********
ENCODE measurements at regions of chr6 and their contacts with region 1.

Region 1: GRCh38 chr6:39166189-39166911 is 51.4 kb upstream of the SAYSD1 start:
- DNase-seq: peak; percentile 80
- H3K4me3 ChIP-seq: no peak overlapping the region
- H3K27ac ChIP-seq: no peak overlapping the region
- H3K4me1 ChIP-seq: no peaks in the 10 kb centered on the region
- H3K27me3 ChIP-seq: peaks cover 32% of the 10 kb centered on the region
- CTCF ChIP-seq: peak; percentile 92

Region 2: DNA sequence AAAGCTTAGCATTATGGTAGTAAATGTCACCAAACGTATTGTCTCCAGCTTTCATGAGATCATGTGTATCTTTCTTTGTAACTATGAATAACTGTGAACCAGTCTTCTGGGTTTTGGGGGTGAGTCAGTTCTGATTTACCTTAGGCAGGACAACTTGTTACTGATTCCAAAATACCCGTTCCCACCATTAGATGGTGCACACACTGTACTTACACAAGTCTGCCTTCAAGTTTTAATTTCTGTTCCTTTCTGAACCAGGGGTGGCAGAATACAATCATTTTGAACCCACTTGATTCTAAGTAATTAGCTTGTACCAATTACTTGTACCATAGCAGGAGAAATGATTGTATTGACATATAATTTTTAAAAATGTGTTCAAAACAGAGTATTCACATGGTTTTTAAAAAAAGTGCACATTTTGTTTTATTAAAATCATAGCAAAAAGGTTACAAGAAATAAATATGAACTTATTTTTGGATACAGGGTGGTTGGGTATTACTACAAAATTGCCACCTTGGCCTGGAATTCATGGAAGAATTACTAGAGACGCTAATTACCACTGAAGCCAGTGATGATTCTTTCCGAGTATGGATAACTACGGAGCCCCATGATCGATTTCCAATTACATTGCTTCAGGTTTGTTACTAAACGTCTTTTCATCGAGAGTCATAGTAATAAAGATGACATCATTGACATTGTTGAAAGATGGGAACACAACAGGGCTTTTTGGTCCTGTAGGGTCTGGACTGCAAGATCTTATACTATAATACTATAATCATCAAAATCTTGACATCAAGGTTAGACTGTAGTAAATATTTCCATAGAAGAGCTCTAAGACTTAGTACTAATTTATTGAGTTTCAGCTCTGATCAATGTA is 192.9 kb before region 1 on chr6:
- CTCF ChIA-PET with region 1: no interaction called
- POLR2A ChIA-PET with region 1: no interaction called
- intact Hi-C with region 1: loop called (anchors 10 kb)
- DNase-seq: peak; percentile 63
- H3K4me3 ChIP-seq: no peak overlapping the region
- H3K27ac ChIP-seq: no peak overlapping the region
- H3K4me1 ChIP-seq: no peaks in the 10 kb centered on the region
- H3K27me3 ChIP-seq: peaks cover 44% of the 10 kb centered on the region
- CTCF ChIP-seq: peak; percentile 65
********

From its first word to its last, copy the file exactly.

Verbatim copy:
ENCODE measurements at regions of chr6 and their contacts with region 1.

Region 1: GRCh38 chr6:39166189-39166911 is 51.4 kb upstream of the SAYSD1 start:
- DNase-seq: peak; percentile 80
- H3K4me3 ChIP-seq: no peak overlapping the region
- H3K27ac ChIP-seq: no peak overlapping the region
- H3K4me1 ChIP-seq: no peaks in the 10 kb centered on the region
- H3K27me3 ChIP-seq: peaks cover 32% of the 10 kb centered on the region
- CTCF ChIP-seq: peak; percentile 92

Region 2: DNA sequence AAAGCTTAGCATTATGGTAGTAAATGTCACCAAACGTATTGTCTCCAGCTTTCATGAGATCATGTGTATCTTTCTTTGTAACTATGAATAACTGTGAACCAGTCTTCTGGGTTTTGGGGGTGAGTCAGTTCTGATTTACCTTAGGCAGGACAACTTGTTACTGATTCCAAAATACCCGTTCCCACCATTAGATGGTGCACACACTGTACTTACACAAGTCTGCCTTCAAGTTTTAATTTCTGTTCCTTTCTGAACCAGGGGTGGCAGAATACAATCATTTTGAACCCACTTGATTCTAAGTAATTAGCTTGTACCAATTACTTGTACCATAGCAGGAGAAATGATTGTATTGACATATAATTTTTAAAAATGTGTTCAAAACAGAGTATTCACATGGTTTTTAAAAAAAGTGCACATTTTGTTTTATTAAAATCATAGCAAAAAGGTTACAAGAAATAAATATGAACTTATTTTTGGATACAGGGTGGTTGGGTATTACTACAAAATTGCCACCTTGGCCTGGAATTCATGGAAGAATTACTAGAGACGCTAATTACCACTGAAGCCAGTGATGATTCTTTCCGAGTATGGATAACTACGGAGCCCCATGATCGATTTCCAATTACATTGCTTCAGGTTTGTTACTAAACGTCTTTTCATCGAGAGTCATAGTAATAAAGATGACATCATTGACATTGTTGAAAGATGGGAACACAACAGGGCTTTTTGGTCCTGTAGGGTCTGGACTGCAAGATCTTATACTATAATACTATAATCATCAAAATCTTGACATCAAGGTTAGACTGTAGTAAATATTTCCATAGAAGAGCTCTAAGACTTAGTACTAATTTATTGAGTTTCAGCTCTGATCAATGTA is 192.9 kb before region 1 on chr6:
- CTCF ChIA-PET with region 1: no interaction called
- POLR2A ChIA-PET with region 1: no interaction called
- intact Hi-C with region 1: loop called (anchors 10 kb)
- DNase-seq: peak; percentile 63
- H3K4me3 ChIP-seq: no peak overlapping the region
- H3K27ac ChIP-seq: no peak overlapping the region
- H3K4me1 ChIP-seq: no peaks in the 10 kb centered on the region
- H3K27me3 ChIP-seq: peaks cover 44% of the 10 kb centered on the region
- CTCF ChIP-seq: peak; percentile 65